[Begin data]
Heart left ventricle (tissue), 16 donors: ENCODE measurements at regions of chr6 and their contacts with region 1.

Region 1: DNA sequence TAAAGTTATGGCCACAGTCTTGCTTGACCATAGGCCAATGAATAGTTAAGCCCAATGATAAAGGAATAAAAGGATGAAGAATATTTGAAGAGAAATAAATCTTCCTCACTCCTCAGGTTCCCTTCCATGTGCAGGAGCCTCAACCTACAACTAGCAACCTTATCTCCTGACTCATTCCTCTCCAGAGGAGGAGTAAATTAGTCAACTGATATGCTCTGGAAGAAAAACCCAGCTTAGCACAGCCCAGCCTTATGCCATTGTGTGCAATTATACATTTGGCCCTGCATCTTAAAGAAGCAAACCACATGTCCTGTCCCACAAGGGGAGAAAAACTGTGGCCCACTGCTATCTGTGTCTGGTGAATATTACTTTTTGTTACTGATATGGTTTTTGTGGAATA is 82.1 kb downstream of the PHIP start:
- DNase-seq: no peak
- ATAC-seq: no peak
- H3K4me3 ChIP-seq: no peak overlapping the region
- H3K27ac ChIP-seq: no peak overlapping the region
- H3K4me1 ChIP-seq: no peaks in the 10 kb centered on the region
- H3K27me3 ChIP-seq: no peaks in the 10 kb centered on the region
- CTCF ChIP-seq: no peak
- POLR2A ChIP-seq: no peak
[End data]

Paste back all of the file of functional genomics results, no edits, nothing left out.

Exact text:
Heart left ventricle (tissue), 16 donors: ENCODE measurements at regions of chr6 and their contacts with region 1.

Region 1: DNA sequence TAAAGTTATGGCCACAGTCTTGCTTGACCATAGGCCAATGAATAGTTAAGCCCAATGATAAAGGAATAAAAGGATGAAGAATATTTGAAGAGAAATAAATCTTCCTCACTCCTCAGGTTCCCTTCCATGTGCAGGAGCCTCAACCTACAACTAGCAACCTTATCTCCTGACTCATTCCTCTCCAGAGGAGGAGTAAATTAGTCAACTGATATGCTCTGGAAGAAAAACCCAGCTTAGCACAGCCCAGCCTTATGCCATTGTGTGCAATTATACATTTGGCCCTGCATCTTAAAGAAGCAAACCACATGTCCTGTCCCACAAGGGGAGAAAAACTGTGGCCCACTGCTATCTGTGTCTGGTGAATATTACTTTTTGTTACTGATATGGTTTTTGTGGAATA is 82.1 kb downstream of the PHIP start:
- DNase-seq: no peak
- ATAC-seq: no peak
- H3K4me3 ChIP-seq: no peak overlapping the region
- H3K27ac ChIP-seq: no peak overlapping the region
- H3K4me1 ChIP-seq: no peaks in the 10 kb centered on the region
- H3K27me3 ChIP-seq: no peaks in the 10 kb centered on the region
- CTCF ChIP-seq: no peak
- POLR2A ChIP-seq: no peak